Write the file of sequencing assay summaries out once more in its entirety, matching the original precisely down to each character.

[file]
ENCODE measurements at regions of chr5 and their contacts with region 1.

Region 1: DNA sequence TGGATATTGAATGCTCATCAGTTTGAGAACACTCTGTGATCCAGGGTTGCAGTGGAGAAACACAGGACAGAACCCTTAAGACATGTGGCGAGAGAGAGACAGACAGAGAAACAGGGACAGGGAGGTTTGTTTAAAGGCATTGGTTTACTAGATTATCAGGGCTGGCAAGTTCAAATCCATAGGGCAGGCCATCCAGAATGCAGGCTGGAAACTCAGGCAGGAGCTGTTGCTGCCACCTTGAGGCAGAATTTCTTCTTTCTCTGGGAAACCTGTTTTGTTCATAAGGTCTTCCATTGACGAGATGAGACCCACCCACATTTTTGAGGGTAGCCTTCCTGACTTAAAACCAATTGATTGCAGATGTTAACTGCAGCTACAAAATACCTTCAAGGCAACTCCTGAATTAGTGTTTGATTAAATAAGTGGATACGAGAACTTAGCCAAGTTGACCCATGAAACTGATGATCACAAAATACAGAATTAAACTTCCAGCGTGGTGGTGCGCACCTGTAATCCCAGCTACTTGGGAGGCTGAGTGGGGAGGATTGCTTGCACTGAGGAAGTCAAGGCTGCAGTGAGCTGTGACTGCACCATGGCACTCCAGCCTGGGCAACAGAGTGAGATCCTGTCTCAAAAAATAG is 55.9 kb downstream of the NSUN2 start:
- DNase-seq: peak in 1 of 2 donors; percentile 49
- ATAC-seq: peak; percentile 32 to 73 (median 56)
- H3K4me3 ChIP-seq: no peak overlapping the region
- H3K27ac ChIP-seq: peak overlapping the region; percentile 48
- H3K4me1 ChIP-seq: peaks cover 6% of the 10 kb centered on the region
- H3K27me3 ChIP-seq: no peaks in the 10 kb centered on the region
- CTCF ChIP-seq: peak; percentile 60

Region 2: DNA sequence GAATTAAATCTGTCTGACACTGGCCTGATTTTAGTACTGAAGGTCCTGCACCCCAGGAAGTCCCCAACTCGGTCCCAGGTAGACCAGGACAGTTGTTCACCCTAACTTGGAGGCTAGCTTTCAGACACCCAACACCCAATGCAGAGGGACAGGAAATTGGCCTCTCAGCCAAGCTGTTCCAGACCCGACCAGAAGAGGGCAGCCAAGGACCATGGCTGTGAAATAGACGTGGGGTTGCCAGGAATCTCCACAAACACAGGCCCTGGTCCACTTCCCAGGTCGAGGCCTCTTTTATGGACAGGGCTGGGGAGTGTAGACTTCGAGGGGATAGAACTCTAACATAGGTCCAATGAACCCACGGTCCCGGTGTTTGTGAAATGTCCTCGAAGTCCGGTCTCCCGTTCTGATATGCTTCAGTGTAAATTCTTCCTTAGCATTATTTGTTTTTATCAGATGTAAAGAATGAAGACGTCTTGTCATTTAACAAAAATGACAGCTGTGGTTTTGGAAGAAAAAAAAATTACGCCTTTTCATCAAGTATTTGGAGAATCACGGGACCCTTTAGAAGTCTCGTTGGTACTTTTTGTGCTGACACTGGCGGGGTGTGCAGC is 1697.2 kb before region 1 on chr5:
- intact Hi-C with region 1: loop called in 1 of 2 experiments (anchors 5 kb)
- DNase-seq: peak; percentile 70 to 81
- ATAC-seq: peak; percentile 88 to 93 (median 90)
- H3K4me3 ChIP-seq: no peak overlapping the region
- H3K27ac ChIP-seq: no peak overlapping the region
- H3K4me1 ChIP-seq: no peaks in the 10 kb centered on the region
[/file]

ENCODE measurements at regions of chr5 and their contacts with region 1.

Region 1: DNA sequence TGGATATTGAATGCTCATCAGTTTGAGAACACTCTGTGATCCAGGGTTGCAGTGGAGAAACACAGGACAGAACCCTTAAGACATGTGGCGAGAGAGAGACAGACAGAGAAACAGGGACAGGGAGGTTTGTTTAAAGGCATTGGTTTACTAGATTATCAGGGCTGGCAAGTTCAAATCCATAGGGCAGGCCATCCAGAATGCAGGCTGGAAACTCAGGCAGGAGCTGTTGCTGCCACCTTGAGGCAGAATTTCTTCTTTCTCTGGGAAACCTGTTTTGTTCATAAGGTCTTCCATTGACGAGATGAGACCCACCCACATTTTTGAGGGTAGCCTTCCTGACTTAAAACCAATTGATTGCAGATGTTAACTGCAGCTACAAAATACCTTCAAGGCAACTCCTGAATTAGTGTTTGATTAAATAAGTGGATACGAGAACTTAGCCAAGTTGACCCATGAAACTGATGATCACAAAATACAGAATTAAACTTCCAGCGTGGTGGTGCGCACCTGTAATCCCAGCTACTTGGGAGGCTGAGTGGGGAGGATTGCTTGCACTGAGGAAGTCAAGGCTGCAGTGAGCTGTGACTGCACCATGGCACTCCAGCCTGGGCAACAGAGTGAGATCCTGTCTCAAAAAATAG is 55.9 kb downstream of the NSUN2 start:
- DNase-seq: peak in 1 of 2 donors; percentile 49
- ATAC-seq: peak; percentile 32 to 73 (median 56)
- H3K4me3 ChIP-seq: no peak overlapping the region
- H3K27ac ChIP-seq: peak overlapping the region; percentile 48
- H3K4me1 ChIP-seq: peaks cover 6% of the 10 kb centered on the region
- H3K27me3 ChIP-seq: no peaks in the 10 kb centered on the region
- CTCF ChIP-seq: peak; percentile 60

Region 2: DNA sequence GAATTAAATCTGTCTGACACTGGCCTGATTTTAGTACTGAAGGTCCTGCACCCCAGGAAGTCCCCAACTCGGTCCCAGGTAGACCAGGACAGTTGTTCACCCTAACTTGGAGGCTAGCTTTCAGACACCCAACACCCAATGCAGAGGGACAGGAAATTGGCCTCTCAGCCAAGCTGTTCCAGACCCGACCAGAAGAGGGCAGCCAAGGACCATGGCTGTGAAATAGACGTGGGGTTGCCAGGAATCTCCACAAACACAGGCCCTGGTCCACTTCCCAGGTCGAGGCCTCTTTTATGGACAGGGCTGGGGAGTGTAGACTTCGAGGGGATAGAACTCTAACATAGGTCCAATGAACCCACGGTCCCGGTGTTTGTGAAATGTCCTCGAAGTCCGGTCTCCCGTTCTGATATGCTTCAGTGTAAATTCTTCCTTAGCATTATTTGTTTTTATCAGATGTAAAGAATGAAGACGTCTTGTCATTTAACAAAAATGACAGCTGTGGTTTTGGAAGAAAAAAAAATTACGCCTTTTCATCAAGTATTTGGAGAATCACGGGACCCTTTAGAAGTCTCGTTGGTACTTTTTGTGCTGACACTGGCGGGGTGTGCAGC is 1697.2 kb before region 1 on chr5:
- intact Hi-C with region 1: loop called in 1 of 2 experiments (anchors 5 kb)
- DNase-seq: peak; percentile 70 to 81
- ATAC-seq: peak; percentile 88 to 93 (median 90)
- H3K4me3 ChIP-seq: no peak overlapping the region
- H3K27ac ChIP-seq: no peak overlapping the region
- H3K4me1 ChIP-seq: no peaks in the 10 kb centered on the region